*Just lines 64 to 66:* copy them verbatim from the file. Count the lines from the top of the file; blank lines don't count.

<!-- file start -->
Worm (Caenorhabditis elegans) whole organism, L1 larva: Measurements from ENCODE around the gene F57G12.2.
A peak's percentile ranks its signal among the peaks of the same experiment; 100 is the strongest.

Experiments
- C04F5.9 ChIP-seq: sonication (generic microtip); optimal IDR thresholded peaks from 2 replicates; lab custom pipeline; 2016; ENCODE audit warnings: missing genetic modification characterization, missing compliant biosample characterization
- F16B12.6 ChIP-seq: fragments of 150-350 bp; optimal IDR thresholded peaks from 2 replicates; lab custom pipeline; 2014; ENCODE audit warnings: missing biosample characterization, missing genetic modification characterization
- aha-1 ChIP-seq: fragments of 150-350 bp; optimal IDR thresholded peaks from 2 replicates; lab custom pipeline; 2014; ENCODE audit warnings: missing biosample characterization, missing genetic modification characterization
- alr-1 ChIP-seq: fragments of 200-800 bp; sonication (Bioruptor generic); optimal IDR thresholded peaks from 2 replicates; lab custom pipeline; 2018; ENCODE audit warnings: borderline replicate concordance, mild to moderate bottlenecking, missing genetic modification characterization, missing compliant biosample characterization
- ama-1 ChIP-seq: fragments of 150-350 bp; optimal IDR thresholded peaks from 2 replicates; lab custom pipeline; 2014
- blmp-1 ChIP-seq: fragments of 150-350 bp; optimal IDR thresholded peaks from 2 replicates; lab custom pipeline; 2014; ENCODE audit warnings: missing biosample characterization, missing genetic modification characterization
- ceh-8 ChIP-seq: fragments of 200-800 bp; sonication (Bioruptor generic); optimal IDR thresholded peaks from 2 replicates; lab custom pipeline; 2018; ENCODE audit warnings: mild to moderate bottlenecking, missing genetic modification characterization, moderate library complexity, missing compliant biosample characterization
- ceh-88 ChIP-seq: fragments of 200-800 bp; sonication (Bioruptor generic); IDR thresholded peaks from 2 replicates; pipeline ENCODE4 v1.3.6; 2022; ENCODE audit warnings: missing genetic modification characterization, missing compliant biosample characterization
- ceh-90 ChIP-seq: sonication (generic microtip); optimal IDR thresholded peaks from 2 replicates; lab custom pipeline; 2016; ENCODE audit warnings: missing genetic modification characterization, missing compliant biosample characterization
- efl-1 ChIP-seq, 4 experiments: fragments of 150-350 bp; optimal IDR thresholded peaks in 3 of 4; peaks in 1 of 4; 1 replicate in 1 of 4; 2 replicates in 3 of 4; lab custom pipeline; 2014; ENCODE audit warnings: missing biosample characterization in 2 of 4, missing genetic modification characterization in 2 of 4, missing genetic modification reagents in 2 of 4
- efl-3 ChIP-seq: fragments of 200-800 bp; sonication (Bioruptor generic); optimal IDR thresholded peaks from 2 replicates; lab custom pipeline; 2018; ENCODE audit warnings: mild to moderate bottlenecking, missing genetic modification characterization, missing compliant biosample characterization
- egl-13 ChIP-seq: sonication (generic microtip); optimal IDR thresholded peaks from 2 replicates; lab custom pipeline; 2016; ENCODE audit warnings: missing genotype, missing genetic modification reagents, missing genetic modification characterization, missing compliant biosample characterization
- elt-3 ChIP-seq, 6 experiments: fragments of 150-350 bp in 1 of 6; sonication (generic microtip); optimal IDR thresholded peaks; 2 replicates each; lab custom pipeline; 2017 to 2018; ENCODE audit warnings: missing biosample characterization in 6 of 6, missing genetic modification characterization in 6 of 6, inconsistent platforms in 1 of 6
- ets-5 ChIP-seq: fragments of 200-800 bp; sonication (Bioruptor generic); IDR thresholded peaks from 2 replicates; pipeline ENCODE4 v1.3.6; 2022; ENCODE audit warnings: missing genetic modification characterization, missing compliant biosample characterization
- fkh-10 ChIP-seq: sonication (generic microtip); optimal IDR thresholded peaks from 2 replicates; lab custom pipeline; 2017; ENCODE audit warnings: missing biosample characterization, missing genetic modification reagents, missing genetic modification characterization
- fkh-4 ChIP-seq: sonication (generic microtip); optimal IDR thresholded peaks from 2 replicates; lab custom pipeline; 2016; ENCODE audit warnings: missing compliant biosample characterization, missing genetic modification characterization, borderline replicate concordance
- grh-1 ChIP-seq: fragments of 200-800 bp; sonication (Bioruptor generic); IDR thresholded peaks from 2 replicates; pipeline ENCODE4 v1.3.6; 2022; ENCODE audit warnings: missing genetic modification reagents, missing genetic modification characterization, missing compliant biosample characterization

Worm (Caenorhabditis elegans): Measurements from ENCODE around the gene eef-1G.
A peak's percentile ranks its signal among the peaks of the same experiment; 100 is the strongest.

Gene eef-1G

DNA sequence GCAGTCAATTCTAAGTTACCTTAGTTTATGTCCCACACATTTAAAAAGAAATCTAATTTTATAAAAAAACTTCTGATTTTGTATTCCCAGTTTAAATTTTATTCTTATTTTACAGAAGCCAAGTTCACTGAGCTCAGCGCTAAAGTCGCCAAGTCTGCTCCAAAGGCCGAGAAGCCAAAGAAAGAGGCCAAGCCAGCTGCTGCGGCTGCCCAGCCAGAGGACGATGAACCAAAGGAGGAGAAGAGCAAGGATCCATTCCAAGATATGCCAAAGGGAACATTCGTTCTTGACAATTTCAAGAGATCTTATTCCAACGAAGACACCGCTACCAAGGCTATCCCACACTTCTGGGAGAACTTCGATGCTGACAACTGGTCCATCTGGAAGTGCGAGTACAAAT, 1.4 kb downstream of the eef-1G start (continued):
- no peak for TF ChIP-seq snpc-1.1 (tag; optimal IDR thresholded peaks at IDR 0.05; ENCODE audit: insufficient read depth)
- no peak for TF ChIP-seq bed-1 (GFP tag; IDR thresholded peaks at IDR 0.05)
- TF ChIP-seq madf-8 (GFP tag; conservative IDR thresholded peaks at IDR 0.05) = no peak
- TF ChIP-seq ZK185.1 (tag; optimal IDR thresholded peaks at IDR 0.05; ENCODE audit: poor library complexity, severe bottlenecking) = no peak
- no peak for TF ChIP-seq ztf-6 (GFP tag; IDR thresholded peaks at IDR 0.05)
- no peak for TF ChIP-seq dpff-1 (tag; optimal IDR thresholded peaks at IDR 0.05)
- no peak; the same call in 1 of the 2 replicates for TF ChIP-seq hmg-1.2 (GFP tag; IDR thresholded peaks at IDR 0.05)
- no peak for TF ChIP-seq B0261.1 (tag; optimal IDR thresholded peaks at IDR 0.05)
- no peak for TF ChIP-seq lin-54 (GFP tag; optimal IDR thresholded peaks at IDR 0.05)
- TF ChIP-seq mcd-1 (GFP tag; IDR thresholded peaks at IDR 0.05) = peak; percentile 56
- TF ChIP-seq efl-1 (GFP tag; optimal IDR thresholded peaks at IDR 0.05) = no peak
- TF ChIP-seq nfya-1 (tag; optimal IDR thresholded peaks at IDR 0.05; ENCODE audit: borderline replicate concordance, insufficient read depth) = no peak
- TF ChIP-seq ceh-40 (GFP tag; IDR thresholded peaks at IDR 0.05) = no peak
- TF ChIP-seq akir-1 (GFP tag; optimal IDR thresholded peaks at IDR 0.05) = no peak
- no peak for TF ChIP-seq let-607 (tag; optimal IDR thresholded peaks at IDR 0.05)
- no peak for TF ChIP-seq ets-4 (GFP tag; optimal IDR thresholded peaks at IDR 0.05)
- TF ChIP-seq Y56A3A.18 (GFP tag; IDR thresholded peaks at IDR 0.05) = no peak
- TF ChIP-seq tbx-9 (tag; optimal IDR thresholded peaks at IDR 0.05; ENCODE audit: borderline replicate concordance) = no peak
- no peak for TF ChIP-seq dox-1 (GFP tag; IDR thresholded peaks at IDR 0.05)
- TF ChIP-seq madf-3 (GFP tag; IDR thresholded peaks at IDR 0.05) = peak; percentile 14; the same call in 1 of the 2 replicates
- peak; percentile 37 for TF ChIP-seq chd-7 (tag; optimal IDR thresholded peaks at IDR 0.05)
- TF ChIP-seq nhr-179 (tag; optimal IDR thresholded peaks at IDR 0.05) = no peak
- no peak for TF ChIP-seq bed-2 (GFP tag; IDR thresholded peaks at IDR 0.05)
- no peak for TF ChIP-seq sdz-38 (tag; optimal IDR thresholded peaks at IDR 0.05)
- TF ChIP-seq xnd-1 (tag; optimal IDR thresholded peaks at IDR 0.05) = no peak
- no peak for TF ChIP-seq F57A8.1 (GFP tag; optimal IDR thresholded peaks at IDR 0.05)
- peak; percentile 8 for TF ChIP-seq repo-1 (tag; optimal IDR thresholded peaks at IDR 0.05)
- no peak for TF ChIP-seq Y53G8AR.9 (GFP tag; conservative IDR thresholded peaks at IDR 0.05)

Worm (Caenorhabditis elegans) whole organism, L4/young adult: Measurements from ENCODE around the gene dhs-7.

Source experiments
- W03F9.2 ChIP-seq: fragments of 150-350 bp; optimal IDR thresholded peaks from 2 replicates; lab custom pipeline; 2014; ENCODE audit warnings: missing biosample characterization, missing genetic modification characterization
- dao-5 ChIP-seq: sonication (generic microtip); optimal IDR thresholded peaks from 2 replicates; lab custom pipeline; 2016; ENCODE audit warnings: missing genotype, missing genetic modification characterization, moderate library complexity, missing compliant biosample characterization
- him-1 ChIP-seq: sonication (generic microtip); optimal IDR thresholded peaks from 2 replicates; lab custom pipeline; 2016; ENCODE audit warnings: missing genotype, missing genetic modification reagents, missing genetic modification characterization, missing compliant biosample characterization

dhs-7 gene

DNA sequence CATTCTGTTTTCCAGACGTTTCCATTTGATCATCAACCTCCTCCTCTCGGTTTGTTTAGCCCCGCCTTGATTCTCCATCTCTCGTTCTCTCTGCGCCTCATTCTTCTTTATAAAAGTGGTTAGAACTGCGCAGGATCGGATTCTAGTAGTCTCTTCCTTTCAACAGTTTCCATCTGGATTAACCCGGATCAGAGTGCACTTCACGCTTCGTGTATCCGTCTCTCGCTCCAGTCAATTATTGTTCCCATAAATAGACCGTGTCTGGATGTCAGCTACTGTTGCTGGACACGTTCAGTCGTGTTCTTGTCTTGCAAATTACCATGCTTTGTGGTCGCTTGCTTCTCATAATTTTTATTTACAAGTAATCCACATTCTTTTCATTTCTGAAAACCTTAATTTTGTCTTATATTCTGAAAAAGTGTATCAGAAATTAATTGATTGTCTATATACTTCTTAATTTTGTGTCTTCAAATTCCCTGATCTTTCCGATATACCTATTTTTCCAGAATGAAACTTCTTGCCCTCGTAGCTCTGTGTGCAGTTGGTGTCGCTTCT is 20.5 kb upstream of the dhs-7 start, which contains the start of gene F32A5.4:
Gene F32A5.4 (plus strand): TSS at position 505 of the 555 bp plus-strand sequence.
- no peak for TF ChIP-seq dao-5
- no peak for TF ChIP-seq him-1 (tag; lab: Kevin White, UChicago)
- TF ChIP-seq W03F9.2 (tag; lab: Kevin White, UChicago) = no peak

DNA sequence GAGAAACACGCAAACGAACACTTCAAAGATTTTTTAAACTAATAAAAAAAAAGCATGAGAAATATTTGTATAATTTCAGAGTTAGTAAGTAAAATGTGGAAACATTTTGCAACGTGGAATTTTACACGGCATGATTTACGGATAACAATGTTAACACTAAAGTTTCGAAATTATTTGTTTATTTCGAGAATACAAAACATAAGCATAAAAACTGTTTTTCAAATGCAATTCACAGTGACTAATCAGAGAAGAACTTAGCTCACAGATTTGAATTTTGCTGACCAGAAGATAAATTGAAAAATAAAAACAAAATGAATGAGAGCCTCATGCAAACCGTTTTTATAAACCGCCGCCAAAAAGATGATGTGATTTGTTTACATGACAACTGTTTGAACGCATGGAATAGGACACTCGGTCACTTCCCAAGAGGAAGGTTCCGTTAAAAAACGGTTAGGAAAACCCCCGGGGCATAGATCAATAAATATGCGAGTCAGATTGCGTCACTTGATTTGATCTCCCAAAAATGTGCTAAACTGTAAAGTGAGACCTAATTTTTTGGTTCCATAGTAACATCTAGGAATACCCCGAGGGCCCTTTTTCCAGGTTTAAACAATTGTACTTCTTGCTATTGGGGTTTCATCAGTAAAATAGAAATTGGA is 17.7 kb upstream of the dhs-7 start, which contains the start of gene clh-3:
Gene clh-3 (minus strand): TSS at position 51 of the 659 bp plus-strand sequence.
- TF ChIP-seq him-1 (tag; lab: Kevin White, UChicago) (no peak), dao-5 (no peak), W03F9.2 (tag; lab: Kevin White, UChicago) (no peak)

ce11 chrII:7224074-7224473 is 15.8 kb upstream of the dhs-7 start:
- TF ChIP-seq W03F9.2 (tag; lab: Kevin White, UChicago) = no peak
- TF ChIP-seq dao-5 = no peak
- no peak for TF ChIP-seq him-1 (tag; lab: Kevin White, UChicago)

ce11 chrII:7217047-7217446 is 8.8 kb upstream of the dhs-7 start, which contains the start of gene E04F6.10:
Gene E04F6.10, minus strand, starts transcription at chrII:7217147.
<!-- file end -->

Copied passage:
DNA sequence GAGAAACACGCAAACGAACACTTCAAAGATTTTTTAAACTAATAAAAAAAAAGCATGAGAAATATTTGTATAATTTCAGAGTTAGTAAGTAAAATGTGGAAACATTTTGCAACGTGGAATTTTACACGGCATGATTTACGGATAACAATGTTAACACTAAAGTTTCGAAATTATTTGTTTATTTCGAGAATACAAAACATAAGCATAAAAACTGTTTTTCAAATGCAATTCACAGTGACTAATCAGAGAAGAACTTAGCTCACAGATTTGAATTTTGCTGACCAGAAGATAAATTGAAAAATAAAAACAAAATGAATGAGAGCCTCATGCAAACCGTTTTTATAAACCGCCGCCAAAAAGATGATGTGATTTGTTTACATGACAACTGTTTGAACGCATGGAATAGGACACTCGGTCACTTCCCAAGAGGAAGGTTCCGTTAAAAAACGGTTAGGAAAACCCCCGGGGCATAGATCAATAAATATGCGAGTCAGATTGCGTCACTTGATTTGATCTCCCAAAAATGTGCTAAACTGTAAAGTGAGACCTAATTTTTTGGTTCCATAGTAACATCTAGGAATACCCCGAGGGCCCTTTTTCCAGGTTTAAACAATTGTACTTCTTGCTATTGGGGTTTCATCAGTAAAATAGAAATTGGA is 17.7 kb upstream of the dhs-7 start, which contains the start of gene clh-3:
Gene clh-3 (minus strand): TSS at position 51 of the 659 bp plus-strand sequence.
- TF ChIP-seq him-1 (tag; lab: Kevin White, UChicago) (no peak), dao-5 (no peak), W03F9.2 (tag; lab: Kevin White, UChicago) (no peak)